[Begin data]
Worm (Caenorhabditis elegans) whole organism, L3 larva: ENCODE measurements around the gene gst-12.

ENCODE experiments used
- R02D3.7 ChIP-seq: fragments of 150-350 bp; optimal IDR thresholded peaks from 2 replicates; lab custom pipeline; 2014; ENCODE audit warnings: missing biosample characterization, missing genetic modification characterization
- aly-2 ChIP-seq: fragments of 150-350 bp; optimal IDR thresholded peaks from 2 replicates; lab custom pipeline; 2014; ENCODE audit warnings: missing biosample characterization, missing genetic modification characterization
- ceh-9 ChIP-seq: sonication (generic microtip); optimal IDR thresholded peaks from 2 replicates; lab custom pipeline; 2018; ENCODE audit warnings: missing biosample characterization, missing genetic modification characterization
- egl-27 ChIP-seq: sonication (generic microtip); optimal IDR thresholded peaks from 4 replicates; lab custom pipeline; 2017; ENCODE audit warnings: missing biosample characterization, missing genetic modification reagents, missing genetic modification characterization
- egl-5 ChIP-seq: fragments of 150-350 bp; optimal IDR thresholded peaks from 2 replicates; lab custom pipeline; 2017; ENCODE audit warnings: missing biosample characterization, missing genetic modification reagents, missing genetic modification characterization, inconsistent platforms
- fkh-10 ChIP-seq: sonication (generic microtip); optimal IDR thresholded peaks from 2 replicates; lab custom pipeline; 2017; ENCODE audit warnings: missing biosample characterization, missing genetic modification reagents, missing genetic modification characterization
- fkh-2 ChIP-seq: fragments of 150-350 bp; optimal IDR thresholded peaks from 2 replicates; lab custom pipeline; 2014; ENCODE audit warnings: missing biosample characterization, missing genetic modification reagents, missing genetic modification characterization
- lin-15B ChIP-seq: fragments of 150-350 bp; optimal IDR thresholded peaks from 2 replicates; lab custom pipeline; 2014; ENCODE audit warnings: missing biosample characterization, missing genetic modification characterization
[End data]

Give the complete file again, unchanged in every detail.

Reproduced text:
Worm (Caenorhabditis elegans) whole organism, L3 larva: ENCODE measurements around the gene gst-12.

ENCODE experiments used
- R02D3.7 ChIP-seq: fragments of 150-350 bp; optimal IDR thresholded peaks from 2 replicates; lab custom pipeline; 2014; ENCODE audit warnings: missing biosample characterization, missing genetic modification characterization
- aly-2 ChIP-seq: fragments of 150-350 bp; optimal IDR thresholded peaks from 2 replicates; lab custom pipeline; 2014; ENCODE audit warnings: missing biosample characterization, missing genetic modification characterization
- ceh-9 ChIP-seq: sonication (generic microtip); optimal IDR thresholded peaks from 2 replicates; lab custom pipeline; 2018; ENCODE audit warnings: missing biosample characterization, missing genetic modification characterization
- egl-27 ChIP-seq: sonication (generic microtip); optimal IDR thresholded peaks from 4 replicates; lab custom pipeline; 2017; ENCODE audit warnings: missing biosample characterization, missing genetic modification reagents, missing genetic modification characterization
- egl-5 ChIP-seq: fragments of 150-350 bp; optimal IDR thresholded peaks from 2 replicates; lab custom pipeline; 2017; ENCODE audit warnings: missing biosample characterization, missing genetic modification reagents, missing genetic modification characterization, inconsistent platforms
- fkh-10 ChIP-seq: sonication (generic microtip); optimal IDR thresholded peaks from 2 replicates; lab custom pipeline; 2017; ENCODE audit warnings: missing biosample characterization, missing genetic modification reagents, missing genetic modification characterization
- fkh-2 ChIP-seq: fragments of 150-350 bp; optimal IDR thresholded peaks from 2 replicates; lab custom pipeline; 2014; ENCODE audit warnings: missing biosample characterization, missing genetic modification reagents, missing genetic modification characterization
- lin-15B ChIP-seq: fragments of 150-350 bp; optimal IDR thresholded peaks from 2 replicates; lab custom pipeline; 2014; ENCODE audit warnings: missing biosample characterization, missing genetic modification characterization